This race was hard. And because of its challenges, I’m feeling pretty darn prepared for Barb’s Race in July. That should be a piece of cake by comparison.
I think my role in this race was to make everyone else (minus one) feel good about not being last. And I did a great job of that!
Olympic distance finishers:127 (I love small races!)
(92 more also did the sprint on the same course)
Average Time: 2:50 (my time 3:49)
1 mile swim 34:57
T1 21:56 – I know, super slow. I’ll explain.
22 mile bike 1:44 – hills, hills, hills
6 mile run 1:03 – no reason, I’m a slow runner
Total Time 3:49
I met fellow Barb’s Race participant and first time Olympic distance racer Kim! We got to chatting on the beach while waiting for our wave to start. Kismet!
My friend Clair volunteered on the run course and was in general a wonderfully calming influence during my setup. Thanks Clair!
I also discovered after the fact that Kiet was on the course! I’m pretty sure he’s the nice guy in the PacWest jersey who gave me a big smile and encouragement each time he passed me on that wicked hilly out and back bike course. Hi Kiet! His race report gives a good perspective on the course too.
It was a good karma kind of day. Loved the volunteers who kept us going with big smiles and cheers!
The weather was perfection – for me. Sunshine on the swim (the water feels less scary to me when the sun is shining).
That weirdly still soft fog we (rarely) get with zero wind just sitting on the bike course. Thank goodness there was no wind.
On the run the city-side of the Golden Gate Bridge was encased in the same fog bank and the Marin side was bright, sunny and hot!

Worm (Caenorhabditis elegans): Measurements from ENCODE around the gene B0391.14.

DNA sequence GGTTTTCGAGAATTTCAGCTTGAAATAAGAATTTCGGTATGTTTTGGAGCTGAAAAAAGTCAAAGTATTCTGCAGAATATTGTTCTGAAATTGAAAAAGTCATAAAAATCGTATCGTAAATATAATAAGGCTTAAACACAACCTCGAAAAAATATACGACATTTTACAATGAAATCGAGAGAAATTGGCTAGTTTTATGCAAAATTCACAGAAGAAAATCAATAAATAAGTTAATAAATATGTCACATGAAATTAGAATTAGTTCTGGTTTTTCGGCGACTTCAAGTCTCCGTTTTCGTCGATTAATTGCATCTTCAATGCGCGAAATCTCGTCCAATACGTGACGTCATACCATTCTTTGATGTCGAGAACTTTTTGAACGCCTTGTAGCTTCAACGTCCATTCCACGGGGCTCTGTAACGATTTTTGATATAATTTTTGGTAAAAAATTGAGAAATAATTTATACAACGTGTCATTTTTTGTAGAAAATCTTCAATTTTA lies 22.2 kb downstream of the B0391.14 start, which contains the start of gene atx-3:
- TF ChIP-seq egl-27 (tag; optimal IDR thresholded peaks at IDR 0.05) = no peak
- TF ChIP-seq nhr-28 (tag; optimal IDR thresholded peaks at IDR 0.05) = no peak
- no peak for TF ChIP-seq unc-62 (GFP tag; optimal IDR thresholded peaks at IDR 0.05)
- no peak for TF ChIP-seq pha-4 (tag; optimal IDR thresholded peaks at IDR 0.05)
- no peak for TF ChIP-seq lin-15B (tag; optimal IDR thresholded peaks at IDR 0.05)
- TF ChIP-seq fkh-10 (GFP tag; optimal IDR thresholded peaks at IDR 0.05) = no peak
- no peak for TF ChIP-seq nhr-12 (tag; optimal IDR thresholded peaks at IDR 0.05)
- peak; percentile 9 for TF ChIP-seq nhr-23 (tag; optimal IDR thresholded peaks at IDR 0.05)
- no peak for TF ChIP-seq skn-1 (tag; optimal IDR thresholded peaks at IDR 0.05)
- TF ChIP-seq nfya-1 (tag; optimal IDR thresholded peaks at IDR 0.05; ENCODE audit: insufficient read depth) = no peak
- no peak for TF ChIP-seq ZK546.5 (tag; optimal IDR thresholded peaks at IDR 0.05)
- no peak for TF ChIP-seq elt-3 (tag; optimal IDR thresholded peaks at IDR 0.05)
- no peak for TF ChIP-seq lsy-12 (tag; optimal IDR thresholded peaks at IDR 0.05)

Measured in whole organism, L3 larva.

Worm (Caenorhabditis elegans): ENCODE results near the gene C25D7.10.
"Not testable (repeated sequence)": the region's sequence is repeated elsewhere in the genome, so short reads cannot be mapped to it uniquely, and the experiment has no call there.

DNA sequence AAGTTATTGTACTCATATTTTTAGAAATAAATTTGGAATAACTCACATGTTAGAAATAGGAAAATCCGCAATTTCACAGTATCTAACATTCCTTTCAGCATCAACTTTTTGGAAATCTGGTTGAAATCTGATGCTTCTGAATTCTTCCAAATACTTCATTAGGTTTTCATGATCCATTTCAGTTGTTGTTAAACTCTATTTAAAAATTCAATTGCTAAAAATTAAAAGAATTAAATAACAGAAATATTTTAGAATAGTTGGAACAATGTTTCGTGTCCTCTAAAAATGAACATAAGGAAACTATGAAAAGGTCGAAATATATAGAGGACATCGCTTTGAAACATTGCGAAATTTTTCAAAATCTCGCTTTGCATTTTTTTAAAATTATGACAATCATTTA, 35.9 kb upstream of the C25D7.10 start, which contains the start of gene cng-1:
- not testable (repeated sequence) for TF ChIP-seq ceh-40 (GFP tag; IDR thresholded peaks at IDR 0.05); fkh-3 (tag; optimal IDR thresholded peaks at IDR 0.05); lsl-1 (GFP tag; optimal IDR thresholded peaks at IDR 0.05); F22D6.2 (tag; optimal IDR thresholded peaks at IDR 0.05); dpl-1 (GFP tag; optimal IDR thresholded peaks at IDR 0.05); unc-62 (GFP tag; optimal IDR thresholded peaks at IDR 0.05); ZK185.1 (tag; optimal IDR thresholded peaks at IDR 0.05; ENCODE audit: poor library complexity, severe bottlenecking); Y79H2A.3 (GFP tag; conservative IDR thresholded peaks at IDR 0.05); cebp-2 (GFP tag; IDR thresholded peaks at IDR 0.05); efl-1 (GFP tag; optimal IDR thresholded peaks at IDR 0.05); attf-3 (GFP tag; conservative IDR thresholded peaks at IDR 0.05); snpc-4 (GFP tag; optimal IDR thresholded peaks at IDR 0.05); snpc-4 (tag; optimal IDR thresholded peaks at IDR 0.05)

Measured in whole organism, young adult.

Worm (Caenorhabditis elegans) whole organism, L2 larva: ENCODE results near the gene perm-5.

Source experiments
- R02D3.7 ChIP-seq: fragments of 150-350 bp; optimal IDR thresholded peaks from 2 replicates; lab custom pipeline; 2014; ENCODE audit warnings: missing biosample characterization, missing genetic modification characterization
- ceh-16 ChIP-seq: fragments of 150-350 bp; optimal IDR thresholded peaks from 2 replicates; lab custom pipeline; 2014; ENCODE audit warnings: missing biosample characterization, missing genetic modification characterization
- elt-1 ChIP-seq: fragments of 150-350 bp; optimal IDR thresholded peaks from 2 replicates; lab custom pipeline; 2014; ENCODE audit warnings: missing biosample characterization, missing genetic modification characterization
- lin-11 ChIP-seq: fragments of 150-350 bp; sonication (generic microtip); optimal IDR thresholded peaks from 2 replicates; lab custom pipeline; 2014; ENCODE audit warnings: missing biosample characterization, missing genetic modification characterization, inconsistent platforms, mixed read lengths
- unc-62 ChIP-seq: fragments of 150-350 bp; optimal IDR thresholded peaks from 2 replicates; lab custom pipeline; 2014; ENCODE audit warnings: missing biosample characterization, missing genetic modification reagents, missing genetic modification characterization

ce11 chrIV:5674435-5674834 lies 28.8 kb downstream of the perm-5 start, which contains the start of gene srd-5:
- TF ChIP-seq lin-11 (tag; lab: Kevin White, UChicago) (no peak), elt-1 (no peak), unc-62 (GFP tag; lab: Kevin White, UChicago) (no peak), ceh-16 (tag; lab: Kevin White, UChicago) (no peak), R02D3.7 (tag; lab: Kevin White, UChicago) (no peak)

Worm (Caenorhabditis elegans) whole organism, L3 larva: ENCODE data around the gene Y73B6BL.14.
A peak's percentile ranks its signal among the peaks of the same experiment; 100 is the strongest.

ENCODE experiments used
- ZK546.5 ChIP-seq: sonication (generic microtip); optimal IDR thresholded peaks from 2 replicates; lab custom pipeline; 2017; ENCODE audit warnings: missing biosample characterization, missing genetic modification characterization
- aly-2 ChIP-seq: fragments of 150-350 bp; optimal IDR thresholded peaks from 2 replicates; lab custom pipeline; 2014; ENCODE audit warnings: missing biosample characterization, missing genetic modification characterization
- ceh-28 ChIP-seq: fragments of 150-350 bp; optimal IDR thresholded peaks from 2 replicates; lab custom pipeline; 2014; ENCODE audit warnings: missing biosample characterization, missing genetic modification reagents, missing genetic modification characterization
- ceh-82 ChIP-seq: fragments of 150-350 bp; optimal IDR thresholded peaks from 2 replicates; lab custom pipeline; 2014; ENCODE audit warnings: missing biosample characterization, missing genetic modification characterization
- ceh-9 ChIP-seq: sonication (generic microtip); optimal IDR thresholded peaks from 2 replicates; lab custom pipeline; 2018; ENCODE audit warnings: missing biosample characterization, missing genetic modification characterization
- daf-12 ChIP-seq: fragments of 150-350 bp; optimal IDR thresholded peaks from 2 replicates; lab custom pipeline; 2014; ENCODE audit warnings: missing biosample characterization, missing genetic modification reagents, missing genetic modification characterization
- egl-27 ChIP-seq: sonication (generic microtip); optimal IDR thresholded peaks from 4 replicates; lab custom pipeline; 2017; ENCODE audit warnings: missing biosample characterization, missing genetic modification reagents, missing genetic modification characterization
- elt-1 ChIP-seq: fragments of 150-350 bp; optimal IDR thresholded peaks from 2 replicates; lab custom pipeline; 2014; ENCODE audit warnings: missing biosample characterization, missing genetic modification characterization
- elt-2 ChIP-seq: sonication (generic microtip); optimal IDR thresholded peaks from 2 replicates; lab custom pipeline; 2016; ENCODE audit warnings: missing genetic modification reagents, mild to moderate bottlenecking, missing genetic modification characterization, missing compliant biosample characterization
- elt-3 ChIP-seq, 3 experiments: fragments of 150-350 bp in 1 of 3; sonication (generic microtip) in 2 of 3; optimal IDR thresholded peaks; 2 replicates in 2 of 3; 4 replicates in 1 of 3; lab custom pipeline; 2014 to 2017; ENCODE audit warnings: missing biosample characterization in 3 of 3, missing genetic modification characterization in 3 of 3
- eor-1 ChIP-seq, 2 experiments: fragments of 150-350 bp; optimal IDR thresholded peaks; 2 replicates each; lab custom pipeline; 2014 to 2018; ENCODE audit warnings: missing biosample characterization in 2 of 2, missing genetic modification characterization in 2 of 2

The race director launched the 45 sprint women first and everyone on shore watched them promptly start to get swept out of the Bay. Ok, not that far, but it was dramatic. One moment they’re in a group, the next they’re swimming sideways. I swear they didn’t get very far for the first 5 minutes. Certainly not to the first buoy.
The 47 sprint men took note and moved a ways down the beach so they could compensate for the current that wasn’t supposed to be there. They launched into the water swimming at a sharp angle and they took couldn’t fight the current either. Oh dear.
The USAT official was having a politely heated discussion with the race director about how to fix the problem as the rescue boats were having trouble tracking all the swimmers getting pushed around.
Thank goodness they decided to switch the direction of the course. So then we waited a while more for the bulk of the sprinters to finish so we didn’t swim headfirst into them on course. This half hour or so of hanging around is when I got to know Kim.
My swim was good. Bert’s adjustments to my wetsuit solved the choking problem. So then all I had to do was get into my rhythm. I entered the water away from most of the 35 women in my wave. I swear the stretch from the shore to the first buoy is always a mental struggle for me. Doubts flood in and I have to talk myself into forging ahead.
About halfway between buoy one and two I got overtaken by two guys who were swimming so fast it made me laugh. That helped settle my restless mind.
The course was fun because we swam half a mile, got out of the water, ran down beach and got back into the water to do it again. The run felt like an out of body experience. I guess I was in some sort of zone.
The water felt positively warm on the second loop. That was nice, but weird. I felt way more confident on the second loop because I knew that each leg of the triangle got easier with chop and current.
Ok, this story is taking way too long to tell so I’m going to break it up. Stay tuned for the exciting conclusion tomorrow. And the answer to “what the heck did Kathleen do for 20+ minutes on T1?”